Besides radical innovations in the infrastructure, major innovations in the software stack will be needed too. This brings me to standards: Open standards that everyone can adopt would provide a level playing field and ensure interoperability to some degree. This again could be a make-or-break factor  for the metaverse. The metaverse, similar to the beginning of the internet, would most likely have to support various different standards depending on the usage. Remember the Gopher and Usenet internet protocols? In the end, one common standard will prevail. Similar to the way that HTTP made the adoption of the worldwide web possible, the metaverse also must find its own standards. This will be easier said than done, as most companies will hear the siren’s song of a chance to establish universal dominance in the metaverse space.

Event-Driven World

In addition to standards, I can imagine two more topics of relevance. In order for the metaverse to be on par with the real world, it has to be event-driven in nature so that every significant change of state can be signaled and responded to by the interested audience. This will probably give rise to a whole breed of startups that will push the event-driven tools further and introduce new paradigms such as event sourcing.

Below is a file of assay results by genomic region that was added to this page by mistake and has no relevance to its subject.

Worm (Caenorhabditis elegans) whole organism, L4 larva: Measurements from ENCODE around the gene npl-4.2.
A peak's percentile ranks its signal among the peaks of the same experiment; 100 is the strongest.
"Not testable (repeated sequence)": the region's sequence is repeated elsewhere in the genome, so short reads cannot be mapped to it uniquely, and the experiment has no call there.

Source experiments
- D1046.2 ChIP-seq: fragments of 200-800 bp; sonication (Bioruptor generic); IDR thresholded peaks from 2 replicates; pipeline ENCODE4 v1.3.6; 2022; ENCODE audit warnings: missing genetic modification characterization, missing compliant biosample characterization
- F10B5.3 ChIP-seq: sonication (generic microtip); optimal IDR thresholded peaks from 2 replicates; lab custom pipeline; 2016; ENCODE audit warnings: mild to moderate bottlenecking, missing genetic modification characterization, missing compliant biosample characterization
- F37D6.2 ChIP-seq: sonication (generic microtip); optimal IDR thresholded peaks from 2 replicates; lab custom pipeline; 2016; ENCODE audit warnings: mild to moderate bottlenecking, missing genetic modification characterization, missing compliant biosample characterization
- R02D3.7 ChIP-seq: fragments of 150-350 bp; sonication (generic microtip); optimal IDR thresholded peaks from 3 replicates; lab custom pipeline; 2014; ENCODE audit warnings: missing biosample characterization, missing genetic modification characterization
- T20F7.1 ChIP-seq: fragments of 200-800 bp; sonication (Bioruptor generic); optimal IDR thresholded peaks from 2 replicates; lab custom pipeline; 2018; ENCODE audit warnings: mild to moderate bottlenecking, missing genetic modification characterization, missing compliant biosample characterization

Semantics will also be extremely important, together with context. In a siloed world where you control your data, you know the intent of that data and define the meaning of the data at the time stored. However, data in the metaverse is likely to be highly distributed. In a world where you are depending on your ecosystem for data, you really need to understand the meaning of the data exchanged with you, meaning that a lingua franca might be necessary to interpret formats and measurements correctly.

This might sound abstract. So, let me provide an example of an initiative that is now emerging in the IoT space.

First IO-Link